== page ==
SEC football: Opening statements still leave questions
Teams still have work to do as season looms
07/21/2013 9:13 PM
07/12/2014 10:42 PM
What we learned from each team at SEC Media Days:
Quarterback A.J. McCarron, with three national championship rings (although he gives them to his parents to wear), isn’t worried about losing three offensive line starters and tailback Eddie Lacy. He still has two all-world linemen to lean on, and backup running back T.J. Yeldon galloped for over 1,000 yards last year.
First-year coach Bret Bielema made no bones about following the SEC, even as the coach at Wisconsin, wanting to be part of it. Bielema will, perhaps because of necessity, build from the trenches and play run-oriented power football.
Another rookie coach, Gus Malzahn, will have a similar learning process as he attempts to resurrect Auburn. Malzahn, who was the offensive coordinator for Auburn’s national championship team, knows exactly how he wants his offense to look, but he’s undecided on who the quarterback will be.
An 11-2 record at Florida is a great season, so why was everyone so glum? Three reasons — the Gators lost to Georgia, and it cost them a shot at the SEC championship; Florida was popped 33-23 in the Sugar Bowl by Louisville; and Florida’s offense, once so inventive and dominating that it redefined how the game is played, finished 12th in the SEC in total offense. Quarterback Jeff Driskel said he attacked the offseason and has no problems with confidence, but losing Jordan Reed is going to hurt.
The Bulldogs were 5 yards short last year, and they have the offense to get those 5 yards and several thousand more this year. Their defense is a question, but with such a dynamic offense, Georgia is feeling like this is the year. If the Bulldogs get past their first four games (Clemson, South Carolina, North Texas, LSU), it might be the year.
First-year coach Mark Stoops has given the Wildcats an immediate boost in football credibility, re-energizing the fan base and signing a top-five recruiting class for next year. But, as Stoops knows, those recruits won’t be in until next year. This year, he has the remnants of a 2-10 team that was dragged through the SEC.
The Tigers are still going to be good, but can they get over that rather sizable hump ahead of them (Alabama) in the standings? “We know we can,” quarterback Zach Mettenberger said. “We also know it’s going to take a lot of work.” LSU’s success isn’t hinged on whether or not suspended running back Jeremy Hill gets cleared, but he is a large part of it as the Tigers’ leading returning rusher.
Perhaps because it had a sense of foreboding last year, when a 7-0 start wasn’t too loudly celebrated because Alabama, Texas A&M and LSU all waited on the schedule, Mississippi State kept quiet. This year, with 14 starters returning but the offense pretty much tied to the legs of tailback LaDarius Perkins, the Bulldogs have their lips sewn shut.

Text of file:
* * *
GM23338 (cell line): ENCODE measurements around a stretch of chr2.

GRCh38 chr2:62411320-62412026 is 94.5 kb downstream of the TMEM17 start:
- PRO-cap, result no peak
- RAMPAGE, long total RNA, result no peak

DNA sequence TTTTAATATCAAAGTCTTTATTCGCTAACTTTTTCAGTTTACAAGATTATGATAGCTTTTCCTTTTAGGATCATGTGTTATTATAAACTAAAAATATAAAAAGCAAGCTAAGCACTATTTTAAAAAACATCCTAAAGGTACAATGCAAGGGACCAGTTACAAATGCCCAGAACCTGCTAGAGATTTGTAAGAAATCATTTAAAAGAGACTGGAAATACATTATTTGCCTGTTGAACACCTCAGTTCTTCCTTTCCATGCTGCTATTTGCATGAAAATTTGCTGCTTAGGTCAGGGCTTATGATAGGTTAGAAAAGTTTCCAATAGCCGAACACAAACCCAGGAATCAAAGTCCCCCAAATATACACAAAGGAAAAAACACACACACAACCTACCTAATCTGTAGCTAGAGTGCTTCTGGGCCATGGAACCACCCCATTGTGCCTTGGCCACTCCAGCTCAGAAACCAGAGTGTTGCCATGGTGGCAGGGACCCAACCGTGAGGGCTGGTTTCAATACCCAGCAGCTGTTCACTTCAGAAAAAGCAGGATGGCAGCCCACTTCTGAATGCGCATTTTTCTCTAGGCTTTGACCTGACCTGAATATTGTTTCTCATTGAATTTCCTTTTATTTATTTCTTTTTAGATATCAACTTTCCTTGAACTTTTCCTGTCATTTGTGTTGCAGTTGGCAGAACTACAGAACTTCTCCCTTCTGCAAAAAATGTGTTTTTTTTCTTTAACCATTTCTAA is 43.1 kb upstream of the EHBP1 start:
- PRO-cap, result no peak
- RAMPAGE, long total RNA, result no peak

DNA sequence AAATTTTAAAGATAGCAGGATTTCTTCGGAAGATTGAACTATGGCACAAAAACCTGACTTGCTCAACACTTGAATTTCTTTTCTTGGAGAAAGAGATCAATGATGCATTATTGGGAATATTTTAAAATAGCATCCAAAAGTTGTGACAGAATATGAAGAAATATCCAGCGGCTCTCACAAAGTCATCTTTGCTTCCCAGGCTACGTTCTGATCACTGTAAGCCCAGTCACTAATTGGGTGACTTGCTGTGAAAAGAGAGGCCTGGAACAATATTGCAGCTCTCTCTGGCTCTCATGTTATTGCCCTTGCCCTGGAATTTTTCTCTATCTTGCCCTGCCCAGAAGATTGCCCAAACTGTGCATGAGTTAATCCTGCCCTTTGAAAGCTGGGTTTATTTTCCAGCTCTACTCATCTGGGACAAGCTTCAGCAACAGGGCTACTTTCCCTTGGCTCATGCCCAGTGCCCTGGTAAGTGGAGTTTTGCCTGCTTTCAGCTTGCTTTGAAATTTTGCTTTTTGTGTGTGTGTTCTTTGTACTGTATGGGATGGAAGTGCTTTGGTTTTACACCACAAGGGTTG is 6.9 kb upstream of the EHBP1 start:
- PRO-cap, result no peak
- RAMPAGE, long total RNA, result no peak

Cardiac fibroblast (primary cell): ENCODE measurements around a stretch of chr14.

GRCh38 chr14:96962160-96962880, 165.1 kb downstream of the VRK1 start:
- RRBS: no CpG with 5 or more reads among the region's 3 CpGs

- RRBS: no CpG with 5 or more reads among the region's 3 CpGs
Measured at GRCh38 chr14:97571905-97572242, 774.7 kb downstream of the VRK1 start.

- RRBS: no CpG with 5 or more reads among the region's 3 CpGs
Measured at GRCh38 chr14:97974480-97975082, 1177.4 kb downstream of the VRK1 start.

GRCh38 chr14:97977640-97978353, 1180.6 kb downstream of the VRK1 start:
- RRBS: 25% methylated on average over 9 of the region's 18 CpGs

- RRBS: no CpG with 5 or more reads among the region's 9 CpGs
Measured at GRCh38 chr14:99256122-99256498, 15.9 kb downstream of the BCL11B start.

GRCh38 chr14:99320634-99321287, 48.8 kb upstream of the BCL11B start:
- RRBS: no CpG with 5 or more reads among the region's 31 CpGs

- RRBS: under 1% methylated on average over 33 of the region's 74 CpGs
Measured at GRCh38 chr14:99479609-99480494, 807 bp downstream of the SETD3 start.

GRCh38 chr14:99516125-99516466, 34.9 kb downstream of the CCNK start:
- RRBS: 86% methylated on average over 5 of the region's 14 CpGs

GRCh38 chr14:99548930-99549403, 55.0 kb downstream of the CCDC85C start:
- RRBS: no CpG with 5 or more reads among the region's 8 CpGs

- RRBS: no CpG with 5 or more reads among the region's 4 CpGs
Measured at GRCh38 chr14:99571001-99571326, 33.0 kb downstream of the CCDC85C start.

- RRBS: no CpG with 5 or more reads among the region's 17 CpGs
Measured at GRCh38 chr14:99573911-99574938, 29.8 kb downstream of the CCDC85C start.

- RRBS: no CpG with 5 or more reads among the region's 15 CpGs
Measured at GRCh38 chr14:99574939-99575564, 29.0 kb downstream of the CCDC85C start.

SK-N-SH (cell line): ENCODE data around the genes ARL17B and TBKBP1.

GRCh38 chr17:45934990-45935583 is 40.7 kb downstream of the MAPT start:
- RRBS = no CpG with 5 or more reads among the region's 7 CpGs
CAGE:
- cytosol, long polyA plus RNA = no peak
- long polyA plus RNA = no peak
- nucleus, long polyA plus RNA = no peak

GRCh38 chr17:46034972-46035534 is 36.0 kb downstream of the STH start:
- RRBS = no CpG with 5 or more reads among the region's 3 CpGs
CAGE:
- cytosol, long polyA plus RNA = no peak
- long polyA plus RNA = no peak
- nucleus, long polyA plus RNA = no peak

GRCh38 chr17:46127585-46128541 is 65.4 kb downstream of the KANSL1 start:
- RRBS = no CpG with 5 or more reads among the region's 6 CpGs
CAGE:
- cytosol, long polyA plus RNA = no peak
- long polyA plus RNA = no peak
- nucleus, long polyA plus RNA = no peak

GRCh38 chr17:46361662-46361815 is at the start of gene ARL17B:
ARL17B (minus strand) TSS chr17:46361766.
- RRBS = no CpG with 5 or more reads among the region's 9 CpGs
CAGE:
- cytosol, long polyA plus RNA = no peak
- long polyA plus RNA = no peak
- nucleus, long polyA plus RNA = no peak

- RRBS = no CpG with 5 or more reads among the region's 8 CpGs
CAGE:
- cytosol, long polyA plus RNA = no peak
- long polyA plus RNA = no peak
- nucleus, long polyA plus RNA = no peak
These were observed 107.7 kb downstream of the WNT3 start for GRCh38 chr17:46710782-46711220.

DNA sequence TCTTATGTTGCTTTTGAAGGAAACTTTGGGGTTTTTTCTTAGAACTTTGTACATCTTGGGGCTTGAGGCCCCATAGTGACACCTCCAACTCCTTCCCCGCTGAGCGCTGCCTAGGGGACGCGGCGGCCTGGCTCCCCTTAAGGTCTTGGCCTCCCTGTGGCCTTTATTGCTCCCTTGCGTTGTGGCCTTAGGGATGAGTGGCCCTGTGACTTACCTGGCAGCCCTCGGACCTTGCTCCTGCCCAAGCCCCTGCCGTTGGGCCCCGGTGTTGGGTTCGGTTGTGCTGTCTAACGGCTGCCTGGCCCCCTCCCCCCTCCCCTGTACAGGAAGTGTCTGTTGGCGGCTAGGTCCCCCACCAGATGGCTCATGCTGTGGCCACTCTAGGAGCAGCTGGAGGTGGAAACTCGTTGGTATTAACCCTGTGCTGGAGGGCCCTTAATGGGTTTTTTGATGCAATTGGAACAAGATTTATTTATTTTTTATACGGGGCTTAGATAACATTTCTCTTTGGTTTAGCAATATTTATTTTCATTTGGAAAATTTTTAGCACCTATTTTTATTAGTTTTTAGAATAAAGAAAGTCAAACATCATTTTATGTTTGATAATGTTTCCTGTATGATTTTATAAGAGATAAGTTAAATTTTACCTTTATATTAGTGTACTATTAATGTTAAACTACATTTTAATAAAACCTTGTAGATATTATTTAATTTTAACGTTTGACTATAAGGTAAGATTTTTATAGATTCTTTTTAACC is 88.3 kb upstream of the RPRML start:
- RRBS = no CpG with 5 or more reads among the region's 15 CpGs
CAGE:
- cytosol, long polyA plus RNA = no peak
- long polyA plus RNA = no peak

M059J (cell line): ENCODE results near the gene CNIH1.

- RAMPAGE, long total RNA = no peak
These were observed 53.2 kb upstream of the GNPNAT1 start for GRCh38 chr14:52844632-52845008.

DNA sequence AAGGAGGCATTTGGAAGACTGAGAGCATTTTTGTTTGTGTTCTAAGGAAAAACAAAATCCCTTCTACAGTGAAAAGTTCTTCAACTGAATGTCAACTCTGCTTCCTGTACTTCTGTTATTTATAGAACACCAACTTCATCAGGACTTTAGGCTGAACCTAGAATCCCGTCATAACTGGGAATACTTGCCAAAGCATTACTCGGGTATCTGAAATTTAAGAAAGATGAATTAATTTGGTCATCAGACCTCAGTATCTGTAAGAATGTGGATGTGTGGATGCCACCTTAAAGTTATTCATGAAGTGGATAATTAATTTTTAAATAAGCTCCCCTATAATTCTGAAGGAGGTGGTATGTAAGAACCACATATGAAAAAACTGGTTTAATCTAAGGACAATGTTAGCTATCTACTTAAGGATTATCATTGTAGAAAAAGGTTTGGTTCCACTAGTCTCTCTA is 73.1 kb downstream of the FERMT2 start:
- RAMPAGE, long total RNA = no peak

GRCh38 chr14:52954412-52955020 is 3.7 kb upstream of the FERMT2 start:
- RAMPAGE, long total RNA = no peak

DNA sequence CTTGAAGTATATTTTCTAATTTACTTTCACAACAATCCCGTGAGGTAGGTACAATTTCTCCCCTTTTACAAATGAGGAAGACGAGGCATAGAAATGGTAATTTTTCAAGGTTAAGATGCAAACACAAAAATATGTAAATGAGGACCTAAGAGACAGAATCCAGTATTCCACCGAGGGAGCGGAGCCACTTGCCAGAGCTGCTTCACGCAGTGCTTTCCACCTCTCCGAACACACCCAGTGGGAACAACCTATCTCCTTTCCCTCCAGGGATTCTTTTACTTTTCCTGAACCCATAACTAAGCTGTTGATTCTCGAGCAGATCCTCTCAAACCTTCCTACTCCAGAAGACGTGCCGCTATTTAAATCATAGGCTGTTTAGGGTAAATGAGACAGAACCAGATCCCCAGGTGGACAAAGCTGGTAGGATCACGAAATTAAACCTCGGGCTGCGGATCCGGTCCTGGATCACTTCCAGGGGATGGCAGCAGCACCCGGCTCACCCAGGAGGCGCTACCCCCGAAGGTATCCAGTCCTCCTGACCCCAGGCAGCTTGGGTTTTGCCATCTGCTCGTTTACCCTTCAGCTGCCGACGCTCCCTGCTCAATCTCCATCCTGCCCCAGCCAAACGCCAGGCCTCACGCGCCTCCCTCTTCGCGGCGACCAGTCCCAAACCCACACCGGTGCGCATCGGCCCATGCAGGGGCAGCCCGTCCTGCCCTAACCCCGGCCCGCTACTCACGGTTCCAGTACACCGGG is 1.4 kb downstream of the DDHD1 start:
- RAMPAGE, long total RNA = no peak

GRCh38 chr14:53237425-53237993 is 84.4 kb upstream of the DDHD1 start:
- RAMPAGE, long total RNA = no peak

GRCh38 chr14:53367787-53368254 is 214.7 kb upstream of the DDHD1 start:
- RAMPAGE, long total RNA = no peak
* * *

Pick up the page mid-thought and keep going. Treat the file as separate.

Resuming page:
Gary Pinkel sat down in one of his first small-room interviews and was immediately asked, “Do you feel you’re on the hot seat?” Pinkel didn’t seem taken aback, answering that he never felt the need to worry about such things. If the Tigers lose their SEC opener at Vanderbilt, the wolves could come calling.
Expected to struggle last year, the Rebels turned in a 7-6 season with a rivalry win and a beatdown of Pitt in a bowl. After pulling in blue-chippers on the recruiting trail, coach Hugh Freeze is ready for his second season with 19 returning starters.
The “next year is this year” tag is back, but with a little more urgency: The Gamecocks know they can win double-digit games, and they also know that if they don’t do it this year, then when will they? The only thing USC is missing is proven talent at linebacker, but it has several lauded youngsters.
New coach Butch Jones didn’t promise great things because he couldn’t. The Vols have had one winning season in five years and have gone through three coaches (four if counting interim coach Jim Chaney). Jones is trying to rebuild the program and a proud face. After the awful publicity fueled by Lane Kiffin and the Derek Dooley disaster, it won’t be easy.
Johnny Manziel stressed that he’s a 20-year-old college kid and prone to doing 20-year-old-college-kid things. He feels it’s unfair to live his life under such a microscope, but that’s what happens when you win the Heisman Trophy and lead your team to an 11-win season in its first year in the country’s best conference. Perhaps it’s a blessing — with everybody talking Manziel, the rest of the team can focus on winning the SEC championship, something it feels equipped to do.
The Commodores are excited — and should be. They won nine games last year for the first time since World War I. Just ask receiver Jordan Matthews, who’s seen the lows and highs: “As a freshman, to be 2-10, bottom of the SEC, to where we are now, and to know that I’m going to have another year with these guys, is crazy and is really exciting.”
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